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Tuesday, July 16, 2013

hildegard immersion

Immersion. Two years ago I landed in a holy place, fully unintentionally. I hadn’t set out on a religious experience; wasn’t looking to eat, pray and love my way around the world. Although the eating part I have down now – Germans really know their bread. I have also perfected the art of praying - ‘Dear God, what am I doing here?’ But, trying to love, beginning with myself, is proving to be more challenging.

The convent, built like a fortress, rose on uneven cliffs high above the point where the Nahe river bumps into the mighty Rhine. The rocks morphed into rolling wine hills overlooking a river valley so spectacular tourists began flocking here, like geese flying north, even back then.

It was called Rupertsberg in honour of St. Rupertus who, along with his mother, Berta, was laid to rest in the dark crypt below the high altar of the church. The three-naved sanctuary was 30 metres long, with the main nave 7 metres wide and each side nave 4.35 metres. The choir faced the river and possessed a half-rounded apse with a crowned pediment. Two imposing towers flanked the naves like lighthouses protecting a ship.

Built in 1150, the curtained stone walls of the convent enveloped the gardens, a vineyard, servants’ quarters, a school, and the dormitory. Behind the farm buildings inside the wall was an arched gate leading to the town of Weiler. From the south nave down stone steps lay the sunken cloistered courtyard. And, nestled within the deep wall, accessible from both sides, was the Nikolaus chapel. This was a convent for the daughters of nobility.

When people hear my story, the first question from old friends is usually, “Where have you been?” and from new friends, “Why did you leave beautiful Canada to move here?” In response, words are tossed back at me like ‘brave’, ‘fearless’, ‘adventurous’, although I honestly feel none of those things. I am searching…hobbit-like (and if I continue the metaphor with a golden ring, the cheesiness will be too much) for meaning; for roots. Possibly, in the earth that Hildegard planted, I will find it all.

Hildegard von Bingen. Sage. Prophet. Naturalist. Healer. Composer. Pharmacist. Author. Witch. She has had many titles, the newest one: Saint. Hildegard was searching too. Her quest, though, was directed quite literally by God himself. She had the advantage of having heard His voice as clear as a bell, beginning when she was just three years old sitting on her mother’s lap. If only I had a Charlie-like speaker telling me what to do and where to go.

After achieving notoriety in 1147, when the pope read from her latest book; attention like Oprah reading from her newest favourite thing, Hildegard received another vision. She called her visions ‘living light’ and this time it told her to build a convent on the banks of the Nahe and Rhine rivers. So, against the wishes of the monks, together with twenty other nuns, she headed north (a seven hour walk according to google maps) and built up Kloster Rupertsberg above the castle and cathedral dotted town of Bingen. It is at this exact point where I now live.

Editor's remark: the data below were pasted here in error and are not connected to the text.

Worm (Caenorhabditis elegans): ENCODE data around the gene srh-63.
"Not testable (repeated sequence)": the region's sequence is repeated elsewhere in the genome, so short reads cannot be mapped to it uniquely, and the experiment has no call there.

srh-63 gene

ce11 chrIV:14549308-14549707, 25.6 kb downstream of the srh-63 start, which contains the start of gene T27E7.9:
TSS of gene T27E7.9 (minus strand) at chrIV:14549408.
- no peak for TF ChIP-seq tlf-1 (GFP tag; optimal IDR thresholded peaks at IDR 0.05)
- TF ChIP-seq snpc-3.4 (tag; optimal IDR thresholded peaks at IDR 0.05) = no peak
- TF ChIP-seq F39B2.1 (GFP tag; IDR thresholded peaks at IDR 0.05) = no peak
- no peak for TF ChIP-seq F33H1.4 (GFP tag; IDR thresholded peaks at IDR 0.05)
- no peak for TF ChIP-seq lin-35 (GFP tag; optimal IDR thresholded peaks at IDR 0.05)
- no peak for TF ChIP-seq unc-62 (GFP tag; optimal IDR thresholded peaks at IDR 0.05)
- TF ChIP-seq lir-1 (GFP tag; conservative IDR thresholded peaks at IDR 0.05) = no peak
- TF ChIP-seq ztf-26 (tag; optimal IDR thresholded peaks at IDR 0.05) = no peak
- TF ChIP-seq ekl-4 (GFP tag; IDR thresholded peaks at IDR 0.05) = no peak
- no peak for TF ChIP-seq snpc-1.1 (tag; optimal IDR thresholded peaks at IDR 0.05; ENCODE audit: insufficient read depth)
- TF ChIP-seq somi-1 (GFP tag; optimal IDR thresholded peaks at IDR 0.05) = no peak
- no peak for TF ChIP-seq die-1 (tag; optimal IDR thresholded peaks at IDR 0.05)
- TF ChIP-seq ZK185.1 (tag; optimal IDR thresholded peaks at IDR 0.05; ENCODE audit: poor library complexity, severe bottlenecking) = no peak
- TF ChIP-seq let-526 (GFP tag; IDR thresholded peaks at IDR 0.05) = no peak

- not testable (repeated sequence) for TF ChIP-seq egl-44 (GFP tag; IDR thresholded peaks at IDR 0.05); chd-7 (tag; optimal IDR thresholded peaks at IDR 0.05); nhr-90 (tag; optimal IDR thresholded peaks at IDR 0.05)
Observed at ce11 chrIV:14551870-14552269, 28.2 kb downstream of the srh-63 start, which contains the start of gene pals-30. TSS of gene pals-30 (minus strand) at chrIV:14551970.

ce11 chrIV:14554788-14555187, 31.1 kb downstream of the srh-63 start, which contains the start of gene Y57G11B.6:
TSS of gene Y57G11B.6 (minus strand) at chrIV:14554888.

Hildegard wrote about natural history, medicine, spirituality. She wrote the biographies of saints and composed music. She was involved in politics; becoming a trusted advisor of Kaiser Friedrich I Barbarossa. So unconventional for a woman, her opinions were sought out by clergy, emperors, princes; along with farmers, priests and the normal folk. But what she spent most of her time and energy on was building up her herb gardens and developing medicines to heal not only the body, but soul and spirit. After hearing a voice telling her to “write all that you see and hear!” she did that. Hildegard von Bingen has left behind tomes and treasures; directions for listening to God =  a healthy spirit, recipes for soups and salads = a healthy body, and herbal remedies = a healthy life. All to be found outside your front door. Or, to be exact, mine.

It all looks different now. That was almost 900 years ago. The cliffs are cut short now, chopped off, with a naked face but for the abundance of ivy hanging like much too-long bangs. Through various wars with Sweden, France, and who knows who else (Europe has quite the rocky history), the convent had become a shell of ruins and rubble. Unapologetically, and with only slight deference to history, the national railway bombed away the entire cliffside in 1857. What remains of the convent are six pillars now inside of an office building; and a portion of the crypt  excavated into a long, arched chapel open to visitors.

And where the imposing Rupertsberg once stood atop craggy cliffs, now a three storey stone house with gabled roof sits beside the riverbank; water in the front yard, railway and cliff wall in the backyard. Built in 1860 it had been home for rail workers and their families. Now other families fill it with laughter and the smells of apfelstrudel baking in the oven.

I like to think that the grasses, herbs, weeds and plants are still the same though. Possibly the same seeds nestling in the same dirt, waiting to inspire and nurture again. So, I tend. I cut. I search. I look. I write. I eat. With bread.

(a submission for my creative non-fiction class)

Hirscher, P. Heilen und Kochen mit Hildegard von Bingen. 2011. TRIAS. Stuttgart
Know the Ways-Scivias Hildegard of Bingen. Rheinland-Pfalz Ministry for Education,
            Research, Youth and Culture. Bingen, Abtei St. Hildegard

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